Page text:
Kayaking is so varied that there is literally something for everyone. Paddling allows family and friends to experience exercise and challenge that is therapeutic for both mind and body. More importantly, canoeing is pleasurable and fun! Together, able bodied and adaptive paddlers can share all aspects of the sport.
Paracanoe began as an initiative by the International Canoe Federation (ICF) to allow athletes with an impairment to compete in the sport. The discipline featured with exhibition status under the name paddleability at the 2009 Canoe Sprint World Championships in Dartmouth, NS, Canada, and was given official status as paracanoe at the following year’s edition in Poznan, Poland. Later in 2010, the International Paralympic Committee (IPC) announced at a meeting in Guangzhou, People’s Republic of China, that paracanoe would make its debut at the Paralympic Games in 2016 in Rio de Janeiro.
Clubs with specialised facilities for adaptive paddlers
|Manly Warringah Kayak Club||Gaye Hatfield||Narrabeen|
|Newy Paddlers||Darren Forbes||Newcastle|
|Windsor Paddlesports Club||Windsor|
Competitive Kayak Classes
|KL2||TA (Trunk and Arms)2|
|KL3||LTA (Legs, Trunk and Arms)3|
KL1-class competitors have limited or no trunk function and no leg balance. They apply force predominantly using the arms and/or shoulders. Eligible paddlers meet one of the following:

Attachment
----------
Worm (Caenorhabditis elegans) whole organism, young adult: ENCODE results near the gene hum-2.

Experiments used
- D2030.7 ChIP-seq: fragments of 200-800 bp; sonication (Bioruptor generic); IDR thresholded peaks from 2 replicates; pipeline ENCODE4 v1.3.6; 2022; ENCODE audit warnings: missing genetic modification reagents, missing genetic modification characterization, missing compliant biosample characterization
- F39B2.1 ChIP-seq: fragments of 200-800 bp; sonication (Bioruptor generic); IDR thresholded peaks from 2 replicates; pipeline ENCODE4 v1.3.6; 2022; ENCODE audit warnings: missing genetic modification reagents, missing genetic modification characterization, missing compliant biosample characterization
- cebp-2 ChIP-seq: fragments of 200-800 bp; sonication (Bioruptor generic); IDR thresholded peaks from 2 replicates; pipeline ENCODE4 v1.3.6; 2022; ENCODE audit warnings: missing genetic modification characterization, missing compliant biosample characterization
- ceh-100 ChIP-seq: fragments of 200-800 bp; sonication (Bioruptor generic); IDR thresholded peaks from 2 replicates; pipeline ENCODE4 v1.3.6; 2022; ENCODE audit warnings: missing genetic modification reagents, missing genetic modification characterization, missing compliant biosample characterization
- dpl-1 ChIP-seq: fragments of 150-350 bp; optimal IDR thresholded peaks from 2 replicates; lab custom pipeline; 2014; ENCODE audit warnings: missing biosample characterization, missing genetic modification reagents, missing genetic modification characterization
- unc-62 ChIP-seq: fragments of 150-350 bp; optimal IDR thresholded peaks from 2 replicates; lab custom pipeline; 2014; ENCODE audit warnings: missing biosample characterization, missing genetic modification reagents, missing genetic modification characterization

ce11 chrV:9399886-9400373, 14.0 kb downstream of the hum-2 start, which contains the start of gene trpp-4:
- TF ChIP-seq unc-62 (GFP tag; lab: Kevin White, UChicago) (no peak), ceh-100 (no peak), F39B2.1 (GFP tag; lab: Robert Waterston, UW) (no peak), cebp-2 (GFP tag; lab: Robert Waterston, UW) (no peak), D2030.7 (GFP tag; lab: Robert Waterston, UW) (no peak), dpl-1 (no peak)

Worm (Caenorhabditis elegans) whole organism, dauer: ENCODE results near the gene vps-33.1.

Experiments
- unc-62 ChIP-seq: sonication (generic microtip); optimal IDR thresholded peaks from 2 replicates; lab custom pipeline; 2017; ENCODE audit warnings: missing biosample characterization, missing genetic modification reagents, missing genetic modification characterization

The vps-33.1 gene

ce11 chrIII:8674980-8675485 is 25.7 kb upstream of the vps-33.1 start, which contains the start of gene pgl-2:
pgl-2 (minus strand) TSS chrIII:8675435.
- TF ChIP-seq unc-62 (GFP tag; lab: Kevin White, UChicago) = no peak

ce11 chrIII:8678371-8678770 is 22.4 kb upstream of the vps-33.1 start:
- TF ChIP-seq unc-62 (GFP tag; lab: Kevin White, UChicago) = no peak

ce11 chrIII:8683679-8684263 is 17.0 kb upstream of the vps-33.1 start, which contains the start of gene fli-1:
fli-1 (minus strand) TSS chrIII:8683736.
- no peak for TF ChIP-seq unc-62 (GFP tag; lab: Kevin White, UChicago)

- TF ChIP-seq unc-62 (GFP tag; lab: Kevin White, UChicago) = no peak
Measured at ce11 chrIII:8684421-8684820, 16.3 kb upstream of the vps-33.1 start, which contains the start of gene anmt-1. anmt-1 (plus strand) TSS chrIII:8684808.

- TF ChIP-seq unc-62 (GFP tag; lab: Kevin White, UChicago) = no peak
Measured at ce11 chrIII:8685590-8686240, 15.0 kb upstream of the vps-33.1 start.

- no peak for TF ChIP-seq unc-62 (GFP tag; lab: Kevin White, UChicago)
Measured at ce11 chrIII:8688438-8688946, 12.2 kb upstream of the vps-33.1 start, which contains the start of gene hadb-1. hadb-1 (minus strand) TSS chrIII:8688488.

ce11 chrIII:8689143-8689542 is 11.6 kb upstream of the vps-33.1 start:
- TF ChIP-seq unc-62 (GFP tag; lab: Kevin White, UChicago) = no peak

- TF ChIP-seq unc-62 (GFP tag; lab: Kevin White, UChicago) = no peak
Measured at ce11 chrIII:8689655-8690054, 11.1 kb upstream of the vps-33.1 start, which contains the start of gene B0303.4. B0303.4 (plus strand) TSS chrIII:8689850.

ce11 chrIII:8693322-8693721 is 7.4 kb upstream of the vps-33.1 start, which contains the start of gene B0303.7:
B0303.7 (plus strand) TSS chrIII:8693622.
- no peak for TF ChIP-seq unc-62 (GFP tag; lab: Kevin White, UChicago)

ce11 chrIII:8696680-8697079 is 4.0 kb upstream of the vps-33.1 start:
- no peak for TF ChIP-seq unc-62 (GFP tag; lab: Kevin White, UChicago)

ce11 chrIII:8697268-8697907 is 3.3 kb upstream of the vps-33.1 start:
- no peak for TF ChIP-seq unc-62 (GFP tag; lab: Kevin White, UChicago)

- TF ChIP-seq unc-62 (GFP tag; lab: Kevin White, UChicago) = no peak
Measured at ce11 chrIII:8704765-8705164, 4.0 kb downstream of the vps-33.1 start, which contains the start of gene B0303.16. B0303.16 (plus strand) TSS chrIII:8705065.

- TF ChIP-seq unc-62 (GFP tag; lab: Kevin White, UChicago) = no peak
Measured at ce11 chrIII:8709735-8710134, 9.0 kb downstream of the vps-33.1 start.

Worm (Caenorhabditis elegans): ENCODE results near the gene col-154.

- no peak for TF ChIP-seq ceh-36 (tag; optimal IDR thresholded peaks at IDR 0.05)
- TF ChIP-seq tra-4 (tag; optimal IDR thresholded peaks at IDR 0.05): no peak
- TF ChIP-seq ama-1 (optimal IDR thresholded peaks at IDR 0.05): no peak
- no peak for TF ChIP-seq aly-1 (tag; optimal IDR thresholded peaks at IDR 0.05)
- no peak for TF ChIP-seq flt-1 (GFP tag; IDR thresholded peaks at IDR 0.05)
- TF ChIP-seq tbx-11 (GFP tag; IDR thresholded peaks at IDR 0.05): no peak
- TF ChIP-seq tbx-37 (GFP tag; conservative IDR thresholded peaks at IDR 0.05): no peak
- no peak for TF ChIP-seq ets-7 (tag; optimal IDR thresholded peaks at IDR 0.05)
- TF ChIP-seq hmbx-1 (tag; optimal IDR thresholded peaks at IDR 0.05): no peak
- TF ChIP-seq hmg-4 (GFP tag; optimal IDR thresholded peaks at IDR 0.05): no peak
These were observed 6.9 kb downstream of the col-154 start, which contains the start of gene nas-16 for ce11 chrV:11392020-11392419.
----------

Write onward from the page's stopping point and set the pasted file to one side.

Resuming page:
- Impaired range of motion
- Loss of muscle strength equivalent to spinal cord injury complete at T12 level.
KL2-class competitors have partial leg and trunk function alongside good arm strength. They may require a backrest and footboard to propel the canoe depending on their leg function. Eligible paddlers meet one of the following:
- Limb loss of deficiency equivalent to double above leg amputation
- Significant muscle strength loss in both legs
- Impaired range of motion within lower limbs and trunk
KL3-class competitors have trunk function and partial leg function. They sit in a forward flexed position and use a footboard or the seat to help propel the boat. Eligible paddlers meet one of the following:
- Limb loss deficiency equivalent to tarsal metatarsal amputation of foot
- Loss of muscle strength equivalent to incomplete spinal cord injury at S1
- Impaired range of motion: In lower limbs